But back to snakes and snake stories. The first rattlesnake was in California, during the years that Footloose Forester was a recreation patrolman. It was not a proper meeting, as he had to chase it down a bank and corner it in a ditch before dispatching it and collecting its rattle for his anticipated new collection. The second rattlesnake was more accommodating by rattling and thus giving away his location behind the Footloose Forester’s back in the middle of a burned-over area. He reared up magnificently and struck, but well out or range. The closest encounter with a rattlesnake was when the Footloose Forester was bounding down a steep hill early one morning in the Santa Cruz mountains. He tried to slow his momentum by landing on a logjam of branches between two steep banks. When he did, he landed directly on top of a sleeping rattlesnake. As he recalls, he instantly and actually jumped backward up the slope. Then he cut the head off the snake with the blade of the ax he had in his hands. It would be the first time he decapitated a poisonous snake poising to strike at him.
The second decapitation took place in the tropics. A docile Bothriechis schelegii struck at him from its perch on a plantain leaf in a coastal forest in Costa Rica. The colorful “eyelash viper” was presumed to be shy and retiring but Footloose Forester cut him is half, in mid-air, with the machete he carried while in the jungle. The parry movement was unintended, just reactionary. It was the only other up-close encounter that Footloose Forester ever had with live poisonous snakes , but not the only encounters with snakes or with poisonous ones that were about to die. Although he clearly remembers that event, over the years scientists have changed the name from Bothrops schelegii to its present name, Bothriechis schelegii.
One snake that was about to die was at the time he first met a king cobra. The 10 foot long king cobra emerged from a wooded area on a sweeping bend in the road between Kuala Lumpur and Singapore. As he sat in the front seat of a service taxi, the Footloose Forester saw the cobra slither out from the left side of the road but then stop directly in the right lane in front of the taxi. As the taxi got nearer he reared up to full height and flared out his cobra hood. In a second or two the taxi was on top of him and smashed his head against the grill. We left the scene without stopping, but we knew he was a goner.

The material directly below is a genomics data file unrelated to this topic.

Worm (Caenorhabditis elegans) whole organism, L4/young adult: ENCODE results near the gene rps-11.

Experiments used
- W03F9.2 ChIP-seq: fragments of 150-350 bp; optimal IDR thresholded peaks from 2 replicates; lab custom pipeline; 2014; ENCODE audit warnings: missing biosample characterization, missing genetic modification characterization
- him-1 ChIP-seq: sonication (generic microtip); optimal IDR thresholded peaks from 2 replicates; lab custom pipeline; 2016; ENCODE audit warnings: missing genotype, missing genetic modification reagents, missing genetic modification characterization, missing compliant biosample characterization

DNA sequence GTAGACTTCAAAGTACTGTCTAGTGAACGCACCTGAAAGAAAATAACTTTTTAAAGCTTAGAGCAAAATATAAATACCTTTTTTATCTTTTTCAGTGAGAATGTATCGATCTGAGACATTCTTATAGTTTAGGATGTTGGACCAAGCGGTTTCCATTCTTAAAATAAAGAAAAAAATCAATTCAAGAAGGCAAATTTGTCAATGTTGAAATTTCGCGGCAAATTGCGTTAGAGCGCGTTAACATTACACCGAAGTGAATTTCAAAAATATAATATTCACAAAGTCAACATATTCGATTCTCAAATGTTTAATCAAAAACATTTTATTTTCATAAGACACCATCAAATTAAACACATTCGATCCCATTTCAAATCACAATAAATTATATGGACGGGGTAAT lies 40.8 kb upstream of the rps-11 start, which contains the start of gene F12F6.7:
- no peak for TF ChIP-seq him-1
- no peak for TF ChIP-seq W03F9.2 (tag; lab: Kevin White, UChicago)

Truth be known, the Footloose Forester wasn’t overly fond of snakes but was willing to accept them as part of his job, since he chose to spend his working life in their habitats. An occasional snake here and there was expected, but dozens at a time, and even tens of thousands was something to remember. As a brash young boy he remembers killing a sizable family of garter snakes that emerged in the spring. They had a nest along a quiet stream bank, but in those days all snakes were considered as creatures to be hunted. In later years, the sea snakes he encountered off the coast of Java did not, fortunately, pose a threat to him. As one of the most venomous of all snakes in the world, the sea snakes are not aggressive, but it is still haunting to see the migration of hundreds of thousands of snakes plowing through the murky water off the coast of Western Java. Yes, hundreds of thousands of them...an unbelievable sight.